The first thing I thought about this massive Movano when it arrived for a week’s appraisal was that no way would this goliath fit on my driveway at home.
And indeed I was right, which meant that it had to stay in our car park for a week, getting in everyone else’s way.
At 6,848mm in length and offering a load volume of nearly 15 cubic metres, this heavyweight contender is about as big as they get at 3.5 tonnes gross vehicle weight.
For fleets which need to lug even more cargo, there is a 4.5-tonner too complete with digital tachograph, which increases payload from 1,176kg to a mighty 2,176kg.
The Movano, and its twin brother the Renault Master, were launched last year and represent a considerable step forward from the older generation.
The new models have a fresh look about them more in keeping with the 21st century and there are nice big swathes of plastic round the body to help protect it.
The interior has been upgraded and the Movano is now powered by a single 2.3-litre diesel unit which offers anything from 100bhp to 146bhp – our test model had the most powerful engine.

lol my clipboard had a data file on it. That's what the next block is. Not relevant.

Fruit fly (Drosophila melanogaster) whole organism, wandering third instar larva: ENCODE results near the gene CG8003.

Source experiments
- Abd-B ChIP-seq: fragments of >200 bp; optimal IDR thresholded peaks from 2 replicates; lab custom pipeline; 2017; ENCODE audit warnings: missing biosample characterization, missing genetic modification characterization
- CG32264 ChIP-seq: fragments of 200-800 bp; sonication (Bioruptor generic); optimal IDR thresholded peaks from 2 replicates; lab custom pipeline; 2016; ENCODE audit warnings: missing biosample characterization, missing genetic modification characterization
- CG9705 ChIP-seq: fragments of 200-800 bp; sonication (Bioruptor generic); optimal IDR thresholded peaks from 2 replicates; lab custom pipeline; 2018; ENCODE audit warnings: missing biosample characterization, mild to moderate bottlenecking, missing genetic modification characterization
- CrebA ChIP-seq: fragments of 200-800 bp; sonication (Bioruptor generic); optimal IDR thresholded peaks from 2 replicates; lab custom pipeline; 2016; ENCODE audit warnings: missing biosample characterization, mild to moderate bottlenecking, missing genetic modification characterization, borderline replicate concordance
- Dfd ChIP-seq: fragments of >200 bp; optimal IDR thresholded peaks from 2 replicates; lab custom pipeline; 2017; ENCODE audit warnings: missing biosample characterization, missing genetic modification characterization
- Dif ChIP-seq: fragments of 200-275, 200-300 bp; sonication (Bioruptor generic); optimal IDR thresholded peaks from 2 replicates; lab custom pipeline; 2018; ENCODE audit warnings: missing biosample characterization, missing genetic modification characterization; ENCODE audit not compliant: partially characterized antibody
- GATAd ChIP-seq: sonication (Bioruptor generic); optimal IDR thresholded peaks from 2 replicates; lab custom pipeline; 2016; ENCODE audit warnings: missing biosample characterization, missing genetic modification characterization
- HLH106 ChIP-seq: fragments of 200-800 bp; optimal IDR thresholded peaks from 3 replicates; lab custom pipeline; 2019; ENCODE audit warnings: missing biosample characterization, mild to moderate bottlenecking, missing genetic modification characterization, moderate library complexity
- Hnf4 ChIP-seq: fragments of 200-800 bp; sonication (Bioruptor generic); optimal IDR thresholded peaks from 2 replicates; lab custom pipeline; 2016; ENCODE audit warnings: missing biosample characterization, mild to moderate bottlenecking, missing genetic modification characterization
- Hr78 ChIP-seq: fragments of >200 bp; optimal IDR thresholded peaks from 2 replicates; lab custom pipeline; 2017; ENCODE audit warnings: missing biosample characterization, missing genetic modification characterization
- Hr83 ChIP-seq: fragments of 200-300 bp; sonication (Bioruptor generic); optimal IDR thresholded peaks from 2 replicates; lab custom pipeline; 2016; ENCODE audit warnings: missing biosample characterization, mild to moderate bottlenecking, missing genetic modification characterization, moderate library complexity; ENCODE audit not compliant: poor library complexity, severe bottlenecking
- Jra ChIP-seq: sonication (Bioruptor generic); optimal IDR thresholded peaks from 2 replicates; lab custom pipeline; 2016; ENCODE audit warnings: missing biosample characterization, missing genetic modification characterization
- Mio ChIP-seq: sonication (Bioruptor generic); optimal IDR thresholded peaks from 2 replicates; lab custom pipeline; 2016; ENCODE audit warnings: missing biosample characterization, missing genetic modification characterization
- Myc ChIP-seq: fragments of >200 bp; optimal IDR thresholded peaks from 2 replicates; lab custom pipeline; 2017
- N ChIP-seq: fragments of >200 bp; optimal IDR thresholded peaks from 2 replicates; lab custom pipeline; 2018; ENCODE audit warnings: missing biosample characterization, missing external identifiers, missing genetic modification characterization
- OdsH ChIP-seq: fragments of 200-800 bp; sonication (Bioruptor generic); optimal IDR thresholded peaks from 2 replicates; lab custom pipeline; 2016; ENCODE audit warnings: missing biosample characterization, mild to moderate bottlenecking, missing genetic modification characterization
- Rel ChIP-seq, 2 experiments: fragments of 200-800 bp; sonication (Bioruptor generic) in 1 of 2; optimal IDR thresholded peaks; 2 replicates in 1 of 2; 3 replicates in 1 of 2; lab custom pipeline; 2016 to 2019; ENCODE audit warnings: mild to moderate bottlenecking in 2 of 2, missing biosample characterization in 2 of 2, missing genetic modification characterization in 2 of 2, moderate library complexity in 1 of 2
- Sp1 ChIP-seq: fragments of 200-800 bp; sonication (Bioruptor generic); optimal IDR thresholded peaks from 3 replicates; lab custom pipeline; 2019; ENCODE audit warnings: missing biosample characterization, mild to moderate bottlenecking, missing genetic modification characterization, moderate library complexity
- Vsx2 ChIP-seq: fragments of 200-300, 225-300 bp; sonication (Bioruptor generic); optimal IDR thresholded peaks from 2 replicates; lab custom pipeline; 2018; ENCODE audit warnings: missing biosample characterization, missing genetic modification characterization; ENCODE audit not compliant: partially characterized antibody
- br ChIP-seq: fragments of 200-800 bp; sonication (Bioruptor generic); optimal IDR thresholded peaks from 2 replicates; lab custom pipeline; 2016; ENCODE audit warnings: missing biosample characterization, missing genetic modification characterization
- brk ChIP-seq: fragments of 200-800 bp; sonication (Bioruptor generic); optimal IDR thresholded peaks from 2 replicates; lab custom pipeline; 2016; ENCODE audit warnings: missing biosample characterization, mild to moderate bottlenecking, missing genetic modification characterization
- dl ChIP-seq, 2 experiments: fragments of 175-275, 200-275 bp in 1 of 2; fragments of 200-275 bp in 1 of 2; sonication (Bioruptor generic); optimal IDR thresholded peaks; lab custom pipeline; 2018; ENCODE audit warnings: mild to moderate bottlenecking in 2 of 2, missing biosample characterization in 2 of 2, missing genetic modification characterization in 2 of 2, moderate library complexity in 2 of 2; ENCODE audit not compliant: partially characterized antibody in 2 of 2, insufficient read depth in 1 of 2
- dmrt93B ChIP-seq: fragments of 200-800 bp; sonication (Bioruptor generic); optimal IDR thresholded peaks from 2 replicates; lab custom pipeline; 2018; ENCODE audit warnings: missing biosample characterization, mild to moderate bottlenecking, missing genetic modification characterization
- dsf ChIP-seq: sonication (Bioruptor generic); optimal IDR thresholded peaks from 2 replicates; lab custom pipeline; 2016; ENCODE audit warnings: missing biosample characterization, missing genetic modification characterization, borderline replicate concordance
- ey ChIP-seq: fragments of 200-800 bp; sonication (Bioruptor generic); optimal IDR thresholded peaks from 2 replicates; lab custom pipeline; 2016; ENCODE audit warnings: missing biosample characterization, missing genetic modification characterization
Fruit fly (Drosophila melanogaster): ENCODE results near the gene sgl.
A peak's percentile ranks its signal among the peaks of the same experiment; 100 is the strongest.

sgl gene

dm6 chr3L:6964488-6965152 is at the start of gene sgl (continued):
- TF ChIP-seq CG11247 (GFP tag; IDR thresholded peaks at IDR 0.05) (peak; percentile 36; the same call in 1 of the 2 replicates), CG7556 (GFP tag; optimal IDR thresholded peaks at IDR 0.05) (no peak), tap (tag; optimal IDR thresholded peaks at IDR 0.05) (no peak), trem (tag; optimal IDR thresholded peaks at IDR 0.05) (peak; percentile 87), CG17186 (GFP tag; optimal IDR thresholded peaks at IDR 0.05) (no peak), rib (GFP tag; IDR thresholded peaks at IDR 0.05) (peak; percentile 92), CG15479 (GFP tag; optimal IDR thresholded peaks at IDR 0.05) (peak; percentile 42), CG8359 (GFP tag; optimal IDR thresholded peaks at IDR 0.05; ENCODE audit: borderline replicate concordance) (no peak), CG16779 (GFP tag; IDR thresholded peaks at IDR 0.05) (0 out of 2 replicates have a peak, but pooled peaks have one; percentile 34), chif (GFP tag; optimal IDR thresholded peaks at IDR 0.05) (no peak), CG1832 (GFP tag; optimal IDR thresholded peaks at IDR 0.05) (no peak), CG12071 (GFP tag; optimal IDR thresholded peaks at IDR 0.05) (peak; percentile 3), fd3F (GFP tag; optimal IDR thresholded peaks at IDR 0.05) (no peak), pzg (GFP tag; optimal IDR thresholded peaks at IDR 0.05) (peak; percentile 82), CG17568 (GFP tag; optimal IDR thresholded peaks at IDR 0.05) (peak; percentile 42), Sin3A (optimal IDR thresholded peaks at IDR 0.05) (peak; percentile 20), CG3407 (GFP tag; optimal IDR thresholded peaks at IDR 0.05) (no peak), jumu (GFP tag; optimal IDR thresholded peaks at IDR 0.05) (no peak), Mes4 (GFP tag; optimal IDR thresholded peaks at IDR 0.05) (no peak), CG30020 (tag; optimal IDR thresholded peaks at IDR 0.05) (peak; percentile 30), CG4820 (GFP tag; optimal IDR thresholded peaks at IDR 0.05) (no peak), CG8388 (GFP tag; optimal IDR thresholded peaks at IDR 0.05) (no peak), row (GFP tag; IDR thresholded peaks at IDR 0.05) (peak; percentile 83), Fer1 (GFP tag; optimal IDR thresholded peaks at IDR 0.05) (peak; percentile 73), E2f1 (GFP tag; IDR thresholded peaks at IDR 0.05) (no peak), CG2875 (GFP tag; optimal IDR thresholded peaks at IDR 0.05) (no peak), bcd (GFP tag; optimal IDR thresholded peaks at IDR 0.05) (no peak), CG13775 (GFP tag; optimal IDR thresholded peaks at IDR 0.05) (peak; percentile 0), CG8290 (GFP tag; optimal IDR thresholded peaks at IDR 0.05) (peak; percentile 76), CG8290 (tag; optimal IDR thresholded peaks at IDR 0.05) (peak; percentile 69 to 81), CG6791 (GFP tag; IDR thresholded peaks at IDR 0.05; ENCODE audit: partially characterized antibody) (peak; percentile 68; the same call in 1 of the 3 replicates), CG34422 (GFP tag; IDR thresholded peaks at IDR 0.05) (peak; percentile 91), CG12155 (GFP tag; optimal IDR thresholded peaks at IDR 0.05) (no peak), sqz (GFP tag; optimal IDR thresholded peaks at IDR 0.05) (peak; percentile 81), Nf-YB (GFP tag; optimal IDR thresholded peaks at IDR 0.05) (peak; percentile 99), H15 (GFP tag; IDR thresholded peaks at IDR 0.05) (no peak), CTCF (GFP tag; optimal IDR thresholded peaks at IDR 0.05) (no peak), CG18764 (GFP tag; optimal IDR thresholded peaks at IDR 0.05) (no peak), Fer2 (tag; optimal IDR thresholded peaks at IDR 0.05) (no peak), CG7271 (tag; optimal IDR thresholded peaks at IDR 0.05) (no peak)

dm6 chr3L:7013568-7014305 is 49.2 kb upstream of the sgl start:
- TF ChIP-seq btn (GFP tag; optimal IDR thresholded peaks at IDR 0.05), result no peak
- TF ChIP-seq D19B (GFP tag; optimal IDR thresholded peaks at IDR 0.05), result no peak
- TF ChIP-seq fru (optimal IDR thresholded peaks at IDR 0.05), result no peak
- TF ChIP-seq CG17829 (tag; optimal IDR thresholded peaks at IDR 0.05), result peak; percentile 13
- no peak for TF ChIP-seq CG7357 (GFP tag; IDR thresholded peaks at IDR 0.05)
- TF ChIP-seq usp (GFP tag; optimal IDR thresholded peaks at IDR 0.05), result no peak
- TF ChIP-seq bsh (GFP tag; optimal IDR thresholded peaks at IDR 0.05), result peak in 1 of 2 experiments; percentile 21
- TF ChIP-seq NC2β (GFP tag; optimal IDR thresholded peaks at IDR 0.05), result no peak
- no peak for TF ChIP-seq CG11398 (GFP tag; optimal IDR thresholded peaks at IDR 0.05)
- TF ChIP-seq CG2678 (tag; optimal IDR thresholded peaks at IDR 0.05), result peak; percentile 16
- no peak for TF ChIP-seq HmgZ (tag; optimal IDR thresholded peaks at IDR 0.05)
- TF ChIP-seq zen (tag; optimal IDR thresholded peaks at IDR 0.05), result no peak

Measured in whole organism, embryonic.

It’s certainly a heavyweight performer and, while it felt at ease on the motorway, utmost care needs to be taken when manoeuvring in small spaces with such a long wheelbase.
The driver’s seat is wonderfully comfortable, with plenty of support from shoulders to knees, but the ride was somewhat spoiled but a heavy clutch action.
ESC stability control is standard on this model but, sadly, it’s a paid-for option on front-wheel drive models.
There’s certainly no shortage of space in the back, and even six-footers can stand up straight.
Mind you, payload is only just over one tonne so with so much volume available, care must be taken not to overload this van.
The new Movano is a definite step up from the old one and even such a massive vehicle as this is reckoned to return over 30mpg, which can’t be bad with diesel at £6 a gallon. Shame about that ESC though.